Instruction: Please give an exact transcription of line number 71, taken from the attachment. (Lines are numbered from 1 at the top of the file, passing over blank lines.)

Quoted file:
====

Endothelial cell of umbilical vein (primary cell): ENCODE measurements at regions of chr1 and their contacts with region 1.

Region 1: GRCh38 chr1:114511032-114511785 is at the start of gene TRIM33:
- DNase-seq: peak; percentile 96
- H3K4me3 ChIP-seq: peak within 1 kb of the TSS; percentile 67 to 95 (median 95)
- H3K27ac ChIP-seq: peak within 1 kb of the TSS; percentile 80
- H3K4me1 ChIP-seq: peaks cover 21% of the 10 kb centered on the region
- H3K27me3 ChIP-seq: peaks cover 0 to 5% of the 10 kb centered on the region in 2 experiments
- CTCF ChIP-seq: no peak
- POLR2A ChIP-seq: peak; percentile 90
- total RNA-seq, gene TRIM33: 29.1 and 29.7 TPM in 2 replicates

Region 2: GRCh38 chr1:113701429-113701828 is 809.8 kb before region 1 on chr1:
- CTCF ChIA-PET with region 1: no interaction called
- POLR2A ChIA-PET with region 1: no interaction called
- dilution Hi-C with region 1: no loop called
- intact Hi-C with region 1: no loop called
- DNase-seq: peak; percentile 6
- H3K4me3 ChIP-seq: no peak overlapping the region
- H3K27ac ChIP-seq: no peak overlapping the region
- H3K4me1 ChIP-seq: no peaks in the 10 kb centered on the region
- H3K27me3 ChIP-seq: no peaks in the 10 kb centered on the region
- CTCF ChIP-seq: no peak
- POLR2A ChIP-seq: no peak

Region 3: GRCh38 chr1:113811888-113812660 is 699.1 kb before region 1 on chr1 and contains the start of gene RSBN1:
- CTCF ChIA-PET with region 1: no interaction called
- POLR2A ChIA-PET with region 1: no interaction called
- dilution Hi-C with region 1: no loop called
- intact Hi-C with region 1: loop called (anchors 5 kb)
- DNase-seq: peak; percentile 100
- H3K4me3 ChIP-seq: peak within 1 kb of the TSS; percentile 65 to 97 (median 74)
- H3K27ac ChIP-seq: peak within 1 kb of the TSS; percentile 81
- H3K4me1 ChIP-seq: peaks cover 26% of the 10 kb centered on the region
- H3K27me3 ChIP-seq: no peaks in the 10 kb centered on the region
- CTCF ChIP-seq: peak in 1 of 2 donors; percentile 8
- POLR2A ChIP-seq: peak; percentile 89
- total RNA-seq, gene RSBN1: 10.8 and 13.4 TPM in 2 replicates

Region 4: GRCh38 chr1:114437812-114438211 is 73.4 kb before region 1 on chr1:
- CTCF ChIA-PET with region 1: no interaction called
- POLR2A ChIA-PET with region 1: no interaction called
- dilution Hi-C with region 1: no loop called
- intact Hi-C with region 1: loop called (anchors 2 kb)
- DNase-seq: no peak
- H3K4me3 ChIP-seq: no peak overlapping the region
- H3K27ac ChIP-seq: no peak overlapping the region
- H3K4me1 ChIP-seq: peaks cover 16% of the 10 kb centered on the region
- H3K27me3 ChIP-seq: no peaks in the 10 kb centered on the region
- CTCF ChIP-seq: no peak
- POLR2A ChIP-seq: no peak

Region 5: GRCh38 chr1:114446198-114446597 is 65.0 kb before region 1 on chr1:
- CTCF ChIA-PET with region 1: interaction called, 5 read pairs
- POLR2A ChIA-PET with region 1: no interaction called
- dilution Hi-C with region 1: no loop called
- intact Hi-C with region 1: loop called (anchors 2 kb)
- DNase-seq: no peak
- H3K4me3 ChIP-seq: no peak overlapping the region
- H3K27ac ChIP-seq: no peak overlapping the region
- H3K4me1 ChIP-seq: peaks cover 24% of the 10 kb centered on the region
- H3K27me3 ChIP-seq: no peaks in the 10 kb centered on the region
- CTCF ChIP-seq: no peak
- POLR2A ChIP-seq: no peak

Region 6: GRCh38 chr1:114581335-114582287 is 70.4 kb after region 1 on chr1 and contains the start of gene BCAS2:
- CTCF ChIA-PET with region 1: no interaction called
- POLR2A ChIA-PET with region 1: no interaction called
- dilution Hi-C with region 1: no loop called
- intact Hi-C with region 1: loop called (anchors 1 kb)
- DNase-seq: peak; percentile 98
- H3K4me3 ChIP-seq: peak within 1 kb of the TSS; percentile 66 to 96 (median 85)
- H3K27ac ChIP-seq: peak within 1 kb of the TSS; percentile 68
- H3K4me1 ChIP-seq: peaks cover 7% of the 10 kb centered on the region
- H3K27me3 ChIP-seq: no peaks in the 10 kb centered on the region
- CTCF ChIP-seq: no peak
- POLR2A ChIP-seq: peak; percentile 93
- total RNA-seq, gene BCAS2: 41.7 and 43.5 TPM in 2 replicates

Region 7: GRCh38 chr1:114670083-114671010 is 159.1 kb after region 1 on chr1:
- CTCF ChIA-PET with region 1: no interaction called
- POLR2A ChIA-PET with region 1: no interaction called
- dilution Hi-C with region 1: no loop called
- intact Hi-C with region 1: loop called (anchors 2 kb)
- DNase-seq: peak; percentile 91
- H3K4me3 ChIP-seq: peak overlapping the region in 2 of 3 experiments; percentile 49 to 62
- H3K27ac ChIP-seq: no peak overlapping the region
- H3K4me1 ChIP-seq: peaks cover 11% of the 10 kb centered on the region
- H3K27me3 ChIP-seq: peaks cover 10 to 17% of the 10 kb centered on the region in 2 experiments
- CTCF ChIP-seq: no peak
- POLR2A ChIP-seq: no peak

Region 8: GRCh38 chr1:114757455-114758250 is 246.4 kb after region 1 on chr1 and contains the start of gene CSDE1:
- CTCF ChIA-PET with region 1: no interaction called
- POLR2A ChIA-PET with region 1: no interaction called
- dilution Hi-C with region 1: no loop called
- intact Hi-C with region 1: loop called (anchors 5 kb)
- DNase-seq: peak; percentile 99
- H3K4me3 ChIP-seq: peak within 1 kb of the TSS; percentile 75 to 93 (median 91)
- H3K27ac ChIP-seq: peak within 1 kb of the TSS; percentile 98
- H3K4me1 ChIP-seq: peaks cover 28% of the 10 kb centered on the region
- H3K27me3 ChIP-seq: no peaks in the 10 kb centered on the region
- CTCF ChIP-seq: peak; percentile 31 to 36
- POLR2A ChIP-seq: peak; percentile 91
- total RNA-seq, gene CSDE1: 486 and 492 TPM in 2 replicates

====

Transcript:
- POLR2A ChIP-seq: peak; percentile 93